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In the first of a series of posts on urban diffusion pollution, postgraduate student in Durham University’s Department of Geography, Libby Ferns, pins down exactly what diffuse pollution is and some of the ways it gets into our streets and waterways.
If you’re anything like me, you would be thinking “urban diffuse pollution: that sounds like one of those silly scientific geography words that is more complicated than it needs to be”. You would be right. Urban diffuse pollution basically means urban mess: dirty litter, chemicals, gunk and nastiness. It is a problem for developed and less developed countries alike. It damages our town or city environment, it is really spread out, it comes from lots of places, and is, in general, difficult to clean up and even more difficult to work out where its coming from! But just because it is hard to see where this mess comes from, doesn’t mean it isn’t important to think about. The trouble is, we have all, at one time or other, contributed to this pollution. Read more
IHRR is pleased to announce the second issue of its full colour magazine, reporting on research in hazards, risks and resilience from Durham University and throughout the world.
These are some of the topics featured in this issue:
- Disaster through the Eyes of Religion
- Bank Bailouts
- Volcanic Health Hazards
- Geohazard Vulnerability in Nepal
- Photo Stories of Resilience
- Interviews with key researchers and practitioners in hazard and risk
A special event hosted by the United Nations University Institute for Environment and Human Security:
Theme of the 2013 Resilience Academy: exploring livelihood resilience
The 2013 Resilience Academy will take place in Bangladesh. This 1st Resilience Academy will explore the following core questions with leading experts from academia, policy and practice:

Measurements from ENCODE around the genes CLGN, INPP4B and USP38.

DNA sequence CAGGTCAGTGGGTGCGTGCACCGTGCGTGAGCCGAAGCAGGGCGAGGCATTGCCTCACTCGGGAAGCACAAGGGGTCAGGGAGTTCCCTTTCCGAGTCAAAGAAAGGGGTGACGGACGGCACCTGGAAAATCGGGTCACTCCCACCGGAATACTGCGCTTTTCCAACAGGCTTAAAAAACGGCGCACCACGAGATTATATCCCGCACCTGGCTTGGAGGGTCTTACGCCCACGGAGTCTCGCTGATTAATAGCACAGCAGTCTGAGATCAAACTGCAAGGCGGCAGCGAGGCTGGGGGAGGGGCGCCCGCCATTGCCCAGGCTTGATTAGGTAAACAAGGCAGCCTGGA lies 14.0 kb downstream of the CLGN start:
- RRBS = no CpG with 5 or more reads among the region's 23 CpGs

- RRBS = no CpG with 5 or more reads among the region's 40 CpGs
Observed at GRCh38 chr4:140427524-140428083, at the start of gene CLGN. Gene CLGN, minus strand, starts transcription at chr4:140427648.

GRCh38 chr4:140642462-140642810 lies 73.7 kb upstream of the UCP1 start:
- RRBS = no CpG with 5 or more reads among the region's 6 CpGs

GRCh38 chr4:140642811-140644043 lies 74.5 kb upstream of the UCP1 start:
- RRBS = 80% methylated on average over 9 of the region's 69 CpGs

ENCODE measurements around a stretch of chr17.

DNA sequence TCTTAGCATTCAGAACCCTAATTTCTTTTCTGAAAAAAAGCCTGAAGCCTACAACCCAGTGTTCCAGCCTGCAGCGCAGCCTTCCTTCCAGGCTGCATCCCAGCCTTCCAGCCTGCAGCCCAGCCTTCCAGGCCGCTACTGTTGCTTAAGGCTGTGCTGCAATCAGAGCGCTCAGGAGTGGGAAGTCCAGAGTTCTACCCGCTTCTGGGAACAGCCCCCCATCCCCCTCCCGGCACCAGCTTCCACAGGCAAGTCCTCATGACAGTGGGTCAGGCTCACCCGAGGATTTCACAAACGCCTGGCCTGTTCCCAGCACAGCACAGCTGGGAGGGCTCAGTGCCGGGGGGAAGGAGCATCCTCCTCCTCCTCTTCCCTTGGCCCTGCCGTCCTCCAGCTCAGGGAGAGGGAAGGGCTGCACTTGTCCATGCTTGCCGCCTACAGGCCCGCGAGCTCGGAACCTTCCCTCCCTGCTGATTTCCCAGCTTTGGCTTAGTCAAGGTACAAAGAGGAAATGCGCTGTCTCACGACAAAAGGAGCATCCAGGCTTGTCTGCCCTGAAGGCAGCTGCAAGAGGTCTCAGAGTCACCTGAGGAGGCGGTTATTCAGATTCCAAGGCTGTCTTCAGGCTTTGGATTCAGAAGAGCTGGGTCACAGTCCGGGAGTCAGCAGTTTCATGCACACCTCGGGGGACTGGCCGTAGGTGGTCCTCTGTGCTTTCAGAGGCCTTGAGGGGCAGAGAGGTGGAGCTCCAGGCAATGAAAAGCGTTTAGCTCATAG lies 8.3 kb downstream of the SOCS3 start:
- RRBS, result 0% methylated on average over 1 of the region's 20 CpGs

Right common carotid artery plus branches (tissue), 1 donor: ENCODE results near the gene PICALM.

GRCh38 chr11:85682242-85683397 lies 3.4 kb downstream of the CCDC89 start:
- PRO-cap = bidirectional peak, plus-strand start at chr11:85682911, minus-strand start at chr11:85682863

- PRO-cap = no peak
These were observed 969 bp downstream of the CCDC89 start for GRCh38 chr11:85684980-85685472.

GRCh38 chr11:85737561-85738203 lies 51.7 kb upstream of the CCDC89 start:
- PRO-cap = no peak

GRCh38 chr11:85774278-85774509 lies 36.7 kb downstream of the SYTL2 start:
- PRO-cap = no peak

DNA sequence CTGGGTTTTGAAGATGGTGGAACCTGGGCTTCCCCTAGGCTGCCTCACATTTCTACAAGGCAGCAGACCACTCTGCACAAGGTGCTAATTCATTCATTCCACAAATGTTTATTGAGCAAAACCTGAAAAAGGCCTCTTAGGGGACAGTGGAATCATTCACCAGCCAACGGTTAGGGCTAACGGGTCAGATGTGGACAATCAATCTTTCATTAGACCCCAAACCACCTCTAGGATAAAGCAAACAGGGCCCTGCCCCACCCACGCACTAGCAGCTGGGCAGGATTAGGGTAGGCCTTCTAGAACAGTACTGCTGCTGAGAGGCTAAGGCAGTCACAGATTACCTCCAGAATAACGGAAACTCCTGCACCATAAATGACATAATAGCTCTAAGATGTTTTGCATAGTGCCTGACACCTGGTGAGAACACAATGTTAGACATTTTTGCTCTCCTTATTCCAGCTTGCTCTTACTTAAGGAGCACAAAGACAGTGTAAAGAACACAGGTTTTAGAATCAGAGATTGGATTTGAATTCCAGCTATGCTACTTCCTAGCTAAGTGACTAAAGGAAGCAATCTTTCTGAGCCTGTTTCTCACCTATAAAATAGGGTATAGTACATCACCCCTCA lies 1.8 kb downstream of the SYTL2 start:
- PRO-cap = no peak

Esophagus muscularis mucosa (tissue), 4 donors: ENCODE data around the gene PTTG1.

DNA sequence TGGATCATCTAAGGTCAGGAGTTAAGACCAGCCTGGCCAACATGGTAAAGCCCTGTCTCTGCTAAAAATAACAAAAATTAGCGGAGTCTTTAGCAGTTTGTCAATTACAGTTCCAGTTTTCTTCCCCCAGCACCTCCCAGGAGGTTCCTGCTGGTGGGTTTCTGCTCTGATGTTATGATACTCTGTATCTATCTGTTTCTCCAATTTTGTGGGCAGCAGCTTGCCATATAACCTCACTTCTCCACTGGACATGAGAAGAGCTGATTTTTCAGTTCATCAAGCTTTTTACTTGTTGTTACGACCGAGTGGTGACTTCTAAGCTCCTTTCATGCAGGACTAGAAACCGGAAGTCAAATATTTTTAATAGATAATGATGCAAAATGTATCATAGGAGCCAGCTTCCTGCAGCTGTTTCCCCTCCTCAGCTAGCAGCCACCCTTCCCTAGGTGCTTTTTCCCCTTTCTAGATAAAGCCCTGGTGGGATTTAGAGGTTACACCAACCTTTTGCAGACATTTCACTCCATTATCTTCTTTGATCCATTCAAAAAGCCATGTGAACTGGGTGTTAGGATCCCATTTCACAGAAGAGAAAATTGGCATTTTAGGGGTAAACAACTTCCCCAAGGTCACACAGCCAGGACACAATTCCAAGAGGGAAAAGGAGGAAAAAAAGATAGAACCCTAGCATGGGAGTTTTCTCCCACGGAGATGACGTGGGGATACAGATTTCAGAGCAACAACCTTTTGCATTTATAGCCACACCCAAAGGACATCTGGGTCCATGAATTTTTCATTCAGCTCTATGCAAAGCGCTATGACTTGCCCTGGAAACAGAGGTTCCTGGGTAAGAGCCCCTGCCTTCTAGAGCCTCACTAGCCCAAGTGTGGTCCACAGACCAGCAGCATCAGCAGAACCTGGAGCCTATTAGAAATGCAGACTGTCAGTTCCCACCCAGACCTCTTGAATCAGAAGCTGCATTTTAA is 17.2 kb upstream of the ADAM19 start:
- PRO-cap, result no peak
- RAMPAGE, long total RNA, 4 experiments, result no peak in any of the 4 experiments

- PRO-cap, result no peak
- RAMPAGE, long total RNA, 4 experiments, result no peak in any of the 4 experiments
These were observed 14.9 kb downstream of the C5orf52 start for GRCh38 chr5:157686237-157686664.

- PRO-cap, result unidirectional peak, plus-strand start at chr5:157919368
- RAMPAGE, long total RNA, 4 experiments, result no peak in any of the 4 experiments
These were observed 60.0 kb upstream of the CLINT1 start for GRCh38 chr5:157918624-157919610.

- What tools exist for risk assessment and identification of climate hot spots?
- How can adaptive capacity and resilience in rural and urban livelihood systems be defined and measured?
- What are the main contributors and impediments to climate resilience, theory and in practice?
- What strategies are available for peoples facing overwhelming extremes?
- What can be done to enhance the adaptive capacity and resilience to the climate stressors they face today and in the future?
The dialogue between academia, policy and practice will be at the heart of the Academy, with opportunities for interdisciplinary engagement, time to think and collaborate on specific topics and practical interaction. Read the rest of this entry »
When it comes to controversial scientific research many scientists can be dismissive or evasive when it comes to dealing with the public. But when it comes to looking at the bigger picture of how the research could interface with policy and in turn governance, it is actually non-scientists that may hold some of the answers, and not necessarily those in high positions of political or financial power either. Public dialogues about geoengineering seem like a model example of this, showing that engaging with non-scientists can lead to productive assessments of the actual risks involved and judging whether or not the science or technology is even appropriate at all. Now this may seem problematic to some, but it could actually bring science, technology and democracy a little closer together.
The problem of granting patents for geoengineering technology was what prevented the project SPICE from continuing research beyond computer modelling, ending an experimental trial that could have one day led to engineering the Earth’s climate at a scale never before seen. Prof Phil Macnaghten at Durham University, who was an advisor on the SPICE project, oversaw the stage gate process for the project, which was in place to ensure that it met the criteria for engaging with public values. Some puzzling questions arose during the stage gate panel. If geoengineering did become mainstream and worked who would own it? Would it stay in the public domain or fall under intellectual property laws and therefore be subject to commercial interests? Read the rest of this entry »
Event sponsored by the Institute for Hazard, Risk and Resilience (IHRR), Durham University. Organised by the Citizens’ Panel attached to the Centre for Social Justice and Community Action (CSJCA), Durham University.
This event follows on from a very successful Institute of Advanced Study-sponsored series of activities in 2012: ‘New storylines for living with environmental change: citizens’ perspectives’. During this series, a Citizens’ Panel was formed with the overall aim of developing an approach to public engagement with science – exploring the social and ethical implications of different emerging and potentially contested technological responses to ‘living with environmental change’. Our first event of 2013 was held on 7th March, and was entitled ‘Responsible Science and Public Engagement: A Scientific Dilemmas Café.’